"I'm of a mind to make some mooky."

Directed by Tim Burton, this Warner Brothers film replaced America's memory of the campy Caped Crusader from the 60's TV show with a dark, brooding antihero, just in time for the angsty 90's. This tonal shift was inspired by Frank Miller's Batman: The Dark Knight Returns (the flashback sequence in which Bruce Wayne's parents are murdered is lifted almost panel for panel) in which Batman has become an ultraviolent behemoth at the age of fifty, and diehard comic fans were aghast at the casting of Michael Keaton in the lead role. The uproar died down considerably after these people actually saw the film.

However, far more fun to root for is Jack Nicholson as the villainous Joker. He paints his name on famous works of art, he wears any garish combo of green, purple, and orange he can imagine, and he grooves to the fantastic soundtrack by Prince. Never before has megalomanical sadism been so hilariously charismatic.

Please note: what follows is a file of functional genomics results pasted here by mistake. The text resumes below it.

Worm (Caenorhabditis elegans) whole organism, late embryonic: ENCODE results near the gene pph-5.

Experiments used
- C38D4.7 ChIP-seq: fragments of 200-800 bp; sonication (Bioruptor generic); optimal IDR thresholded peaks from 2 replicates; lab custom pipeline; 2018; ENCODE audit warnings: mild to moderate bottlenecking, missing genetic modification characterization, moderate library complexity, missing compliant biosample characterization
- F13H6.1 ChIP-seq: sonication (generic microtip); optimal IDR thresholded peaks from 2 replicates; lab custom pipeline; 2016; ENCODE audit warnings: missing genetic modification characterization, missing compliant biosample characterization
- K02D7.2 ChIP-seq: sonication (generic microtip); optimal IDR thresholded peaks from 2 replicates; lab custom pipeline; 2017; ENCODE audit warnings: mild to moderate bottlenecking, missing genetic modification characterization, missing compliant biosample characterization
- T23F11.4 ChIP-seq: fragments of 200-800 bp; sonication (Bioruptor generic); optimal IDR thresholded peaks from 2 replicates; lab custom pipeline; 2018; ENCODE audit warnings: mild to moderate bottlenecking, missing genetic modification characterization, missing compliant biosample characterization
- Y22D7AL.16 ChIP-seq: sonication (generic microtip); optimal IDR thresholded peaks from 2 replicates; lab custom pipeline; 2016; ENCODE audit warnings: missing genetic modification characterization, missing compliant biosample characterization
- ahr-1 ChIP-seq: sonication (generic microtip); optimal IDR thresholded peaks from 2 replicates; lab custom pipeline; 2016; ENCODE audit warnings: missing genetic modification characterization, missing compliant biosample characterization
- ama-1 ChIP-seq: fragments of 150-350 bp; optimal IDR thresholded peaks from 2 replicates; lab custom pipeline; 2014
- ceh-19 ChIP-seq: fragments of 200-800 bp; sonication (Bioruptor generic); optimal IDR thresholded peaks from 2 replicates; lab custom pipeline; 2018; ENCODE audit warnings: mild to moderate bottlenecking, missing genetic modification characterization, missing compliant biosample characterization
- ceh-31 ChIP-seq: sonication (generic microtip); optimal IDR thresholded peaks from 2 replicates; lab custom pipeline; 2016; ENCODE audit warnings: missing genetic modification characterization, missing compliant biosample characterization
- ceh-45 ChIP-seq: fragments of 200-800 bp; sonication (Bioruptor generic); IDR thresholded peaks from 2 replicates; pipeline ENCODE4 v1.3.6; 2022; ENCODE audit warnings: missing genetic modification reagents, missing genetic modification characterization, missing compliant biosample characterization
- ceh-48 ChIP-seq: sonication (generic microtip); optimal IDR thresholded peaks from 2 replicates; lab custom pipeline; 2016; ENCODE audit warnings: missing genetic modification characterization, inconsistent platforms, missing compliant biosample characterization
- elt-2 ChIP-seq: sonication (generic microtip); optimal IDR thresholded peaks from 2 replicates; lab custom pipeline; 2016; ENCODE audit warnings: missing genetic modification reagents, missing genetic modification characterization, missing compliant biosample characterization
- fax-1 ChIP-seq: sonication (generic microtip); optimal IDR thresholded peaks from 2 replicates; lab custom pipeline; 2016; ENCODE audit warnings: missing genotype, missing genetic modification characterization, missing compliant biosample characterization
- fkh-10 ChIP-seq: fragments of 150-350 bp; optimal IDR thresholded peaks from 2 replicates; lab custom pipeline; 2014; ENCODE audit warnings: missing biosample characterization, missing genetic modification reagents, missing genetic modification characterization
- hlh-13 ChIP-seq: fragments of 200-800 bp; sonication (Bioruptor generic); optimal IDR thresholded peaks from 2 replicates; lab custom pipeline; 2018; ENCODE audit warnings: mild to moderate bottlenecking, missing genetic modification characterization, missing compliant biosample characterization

Great in smaller roles are Billy Dee Williams as District Attorney Harvey Dent (the character who becomes Two-Face in Batman Forever), Robert Wuhl as plucky yet virginal reporter Alexander Knox-- basically a substitute Jimmy Olsen, and Jack Palance (before his Academy Award for City Slickers) as slimy crime boss Carl Grissom. Kim Basinger (who would also later win an Oscar for LA Confidential) is here too, as Vicky Vale, who technically is a talented fashion and news photographer, but really she's just the pretty chick who is frequently in peril. She screams a lot.

The screenplay by Sam Hamm and Warren Skarren does a great job of catering to Batman aficionados and newbies by never explicitly revealing Wayne's secret identity in a single moment. They just draw closer and closer to it until you can figure it out for yourself (before, say, Vicky does) and if you already knew, no time was wasted. The dialogue is consistently inventive and fun, while remaining idiosyncratic for each well-drawn character.

If you still need an incentive to see this flick, Batman also has more groovy gadgets than James Bond, from batarangs to the Batmobile to grappling hooks. As the Joker says, "Where does he get those wonderful toys?" This movie is for the kid in all of us.

Tim Burton followed up with a sequel, Batman Returns, in 1991. Joel Schumacher directed two more which were much more colorful and campy, Batman Forever and Batman and Robin, neither of which Michael Keaton wished to play the title role in.